In the Critical Zone: Geography at the U.S. Geological Survey
Geography is again becoming an integral part of the premier natural-science agency of the federal government. Geographic research emphasizes the surface of the earth, a portion of the earth system that the U.S. Geological Survey (USGS) defines as the “critical zone.” Although geography was part of the USGS from the creation of the agency, in recent years geography in the agency has largely been limited to topographic mapping. Recently, the USGS and an advisory committee of the National Research Council (NRC) reviewed the role of geography at the Survey. The committee's report, along with ongoing decision-making in the federal government, is likely to reshape geography in the USGS. The newly defined USGS has a regional structure and four disciplines: geology, hydrology, biology, and geography. The NRC report emphasizes the need for the creation of a spatial database called the National Map to replace the existing series of paper topographic maps. The report also outlines the need for geographic research in geographic information science (GIScience), nature-society connections, and bridging of science to decision-making. The NRC report has been briefed throughout the USGS, in the federal executive branch, and in Congress. The changing role for geography in the USGS requires change in the agency culture, revised budgetary decisions, and the establishment of a long-term core agenda for research. Academic geographers will need to prepare a new generation of geographers for participation in the USGS and similar agencies.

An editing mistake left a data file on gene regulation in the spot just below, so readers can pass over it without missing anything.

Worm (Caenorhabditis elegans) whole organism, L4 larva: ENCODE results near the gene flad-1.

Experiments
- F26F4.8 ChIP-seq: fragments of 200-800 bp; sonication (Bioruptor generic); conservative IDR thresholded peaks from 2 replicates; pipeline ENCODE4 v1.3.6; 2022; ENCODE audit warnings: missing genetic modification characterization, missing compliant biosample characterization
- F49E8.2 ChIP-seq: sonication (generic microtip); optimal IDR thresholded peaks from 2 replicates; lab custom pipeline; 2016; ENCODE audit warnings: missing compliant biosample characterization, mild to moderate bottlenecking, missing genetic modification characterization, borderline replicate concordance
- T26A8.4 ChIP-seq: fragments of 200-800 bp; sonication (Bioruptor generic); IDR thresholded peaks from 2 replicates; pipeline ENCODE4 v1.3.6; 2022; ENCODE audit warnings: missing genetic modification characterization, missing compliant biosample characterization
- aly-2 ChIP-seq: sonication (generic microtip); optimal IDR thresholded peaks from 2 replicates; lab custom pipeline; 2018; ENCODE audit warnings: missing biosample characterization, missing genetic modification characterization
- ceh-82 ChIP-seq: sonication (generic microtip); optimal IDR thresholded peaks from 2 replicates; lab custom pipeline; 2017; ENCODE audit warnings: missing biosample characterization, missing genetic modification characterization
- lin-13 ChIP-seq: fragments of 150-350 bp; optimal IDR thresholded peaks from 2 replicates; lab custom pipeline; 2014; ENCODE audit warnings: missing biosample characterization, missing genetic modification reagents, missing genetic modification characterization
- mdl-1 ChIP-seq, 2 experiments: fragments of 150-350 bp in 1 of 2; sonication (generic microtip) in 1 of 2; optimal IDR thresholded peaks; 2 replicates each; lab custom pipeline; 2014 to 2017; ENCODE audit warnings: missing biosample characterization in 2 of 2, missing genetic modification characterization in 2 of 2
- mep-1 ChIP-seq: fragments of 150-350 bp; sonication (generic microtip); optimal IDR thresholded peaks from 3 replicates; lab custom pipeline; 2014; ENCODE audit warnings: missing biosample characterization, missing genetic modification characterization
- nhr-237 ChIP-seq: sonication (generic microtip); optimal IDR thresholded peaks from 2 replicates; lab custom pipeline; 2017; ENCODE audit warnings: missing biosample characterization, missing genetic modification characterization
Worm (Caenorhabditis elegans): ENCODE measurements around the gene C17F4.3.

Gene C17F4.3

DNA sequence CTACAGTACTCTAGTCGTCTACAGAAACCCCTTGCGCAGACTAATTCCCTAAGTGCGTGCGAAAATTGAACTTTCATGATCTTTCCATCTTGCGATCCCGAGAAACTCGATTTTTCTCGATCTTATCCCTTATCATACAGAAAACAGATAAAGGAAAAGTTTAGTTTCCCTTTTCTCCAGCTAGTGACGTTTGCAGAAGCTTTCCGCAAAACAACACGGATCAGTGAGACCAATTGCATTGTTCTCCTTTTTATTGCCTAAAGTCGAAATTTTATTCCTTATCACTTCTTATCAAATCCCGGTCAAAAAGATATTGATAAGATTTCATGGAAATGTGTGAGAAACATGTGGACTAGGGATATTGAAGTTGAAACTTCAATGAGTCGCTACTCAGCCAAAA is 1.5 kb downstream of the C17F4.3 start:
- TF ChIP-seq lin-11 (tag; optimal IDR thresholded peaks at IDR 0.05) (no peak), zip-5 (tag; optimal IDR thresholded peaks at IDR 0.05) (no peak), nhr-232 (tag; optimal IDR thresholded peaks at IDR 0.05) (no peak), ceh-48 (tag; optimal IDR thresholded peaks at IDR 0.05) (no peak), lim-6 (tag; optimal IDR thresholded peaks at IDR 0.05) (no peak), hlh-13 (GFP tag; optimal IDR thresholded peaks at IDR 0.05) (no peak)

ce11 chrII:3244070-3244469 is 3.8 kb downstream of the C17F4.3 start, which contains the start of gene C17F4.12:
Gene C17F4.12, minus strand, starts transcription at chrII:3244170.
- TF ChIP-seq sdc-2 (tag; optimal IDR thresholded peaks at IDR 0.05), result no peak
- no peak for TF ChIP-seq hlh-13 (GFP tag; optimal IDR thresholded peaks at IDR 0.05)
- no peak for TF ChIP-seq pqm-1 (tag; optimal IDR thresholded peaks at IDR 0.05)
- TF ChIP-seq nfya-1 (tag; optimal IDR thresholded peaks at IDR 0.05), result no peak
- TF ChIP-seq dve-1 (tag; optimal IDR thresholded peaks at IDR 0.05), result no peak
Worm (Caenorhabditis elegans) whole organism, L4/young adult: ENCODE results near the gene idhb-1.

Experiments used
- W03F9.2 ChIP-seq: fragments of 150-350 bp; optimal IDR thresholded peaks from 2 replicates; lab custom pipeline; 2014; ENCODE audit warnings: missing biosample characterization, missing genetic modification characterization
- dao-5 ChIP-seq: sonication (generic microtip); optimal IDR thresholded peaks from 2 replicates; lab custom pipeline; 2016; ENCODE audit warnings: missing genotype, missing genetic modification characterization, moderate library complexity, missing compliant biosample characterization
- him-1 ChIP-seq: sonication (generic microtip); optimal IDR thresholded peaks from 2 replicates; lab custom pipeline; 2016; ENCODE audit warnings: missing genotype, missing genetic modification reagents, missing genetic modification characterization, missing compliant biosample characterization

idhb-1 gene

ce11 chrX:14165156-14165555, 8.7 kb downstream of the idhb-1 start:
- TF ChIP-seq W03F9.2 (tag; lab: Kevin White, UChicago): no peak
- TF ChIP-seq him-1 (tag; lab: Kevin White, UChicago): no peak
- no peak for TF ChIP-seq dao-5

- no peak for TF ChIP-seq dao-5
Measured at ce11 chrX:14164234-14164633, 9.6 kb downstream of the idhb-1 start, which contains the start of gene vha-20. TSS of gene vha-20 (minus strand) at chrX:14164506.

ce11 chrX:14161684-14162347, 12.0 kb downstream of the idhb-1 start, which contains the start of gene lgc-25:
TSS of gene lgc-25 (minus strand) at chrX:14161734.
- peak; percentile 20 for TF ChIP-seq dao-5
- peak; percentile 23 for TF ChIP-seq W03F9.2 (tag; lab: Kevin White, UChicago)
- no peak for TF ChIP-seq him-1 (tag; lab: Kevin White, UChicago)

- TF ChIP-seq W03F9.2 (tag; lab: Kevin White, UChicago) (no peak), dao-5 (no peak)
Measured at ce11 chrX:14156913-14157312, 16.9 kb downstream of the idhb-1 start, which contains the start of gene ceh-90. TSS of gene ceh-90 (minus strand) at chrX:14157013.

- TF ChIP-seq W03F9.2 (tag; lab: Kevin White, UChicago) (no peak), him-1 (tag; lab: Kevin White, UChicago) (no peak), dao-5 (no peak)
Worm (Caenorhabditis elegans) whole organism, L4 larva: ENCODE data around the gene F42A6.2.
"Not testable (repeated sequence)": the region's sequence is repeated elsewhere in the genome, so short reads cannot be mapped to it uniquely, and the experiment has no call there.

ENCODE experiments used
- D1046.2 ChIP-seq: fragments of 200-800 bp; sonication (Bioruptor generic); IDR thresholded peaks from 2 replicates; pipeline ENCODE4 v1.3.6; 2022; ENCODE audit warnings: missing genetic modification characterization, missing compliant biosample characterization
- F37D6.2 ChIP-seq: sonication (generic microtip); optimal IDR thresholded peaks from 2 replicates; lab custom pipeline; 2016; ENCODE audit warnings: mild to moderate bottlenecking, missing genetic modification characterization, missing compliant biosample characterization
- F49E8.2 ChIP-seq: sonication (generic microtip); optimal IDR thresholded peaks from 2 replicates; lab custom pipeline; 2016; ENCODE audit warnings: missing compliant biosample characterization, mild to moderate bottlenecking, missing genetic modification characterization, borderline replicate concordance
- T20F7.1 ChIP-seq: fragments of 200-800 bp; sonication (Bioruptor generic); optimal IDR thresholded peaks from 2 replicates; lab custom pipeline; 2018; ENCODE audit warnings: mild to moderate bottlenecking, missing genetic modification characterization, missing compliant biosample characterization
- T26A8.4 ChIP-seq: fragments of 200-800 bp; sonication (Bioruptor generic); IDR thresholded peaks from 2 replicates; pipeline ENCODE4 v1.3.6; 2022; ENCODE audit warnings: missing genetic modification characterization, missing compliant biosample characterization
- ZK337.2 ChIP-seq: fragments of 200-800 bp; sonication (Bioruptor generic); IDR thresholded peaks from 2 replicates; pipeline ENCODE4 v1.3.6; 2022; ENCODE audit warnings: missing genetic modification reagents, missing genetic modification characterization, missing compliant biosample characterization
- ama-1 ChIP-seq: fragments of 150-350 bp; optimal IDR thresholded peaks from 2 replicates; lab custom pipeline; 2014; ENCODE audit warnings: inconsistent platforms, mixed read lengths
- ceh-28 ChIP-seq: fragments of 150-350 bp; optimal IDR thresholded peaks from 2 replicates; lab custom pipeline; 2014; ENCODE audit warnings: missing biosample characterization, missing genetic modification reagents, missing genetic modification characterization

Published in Professional Geographer, Volume 56, Issue 1, 2004, pages 100-108.
© 2004 by Routledge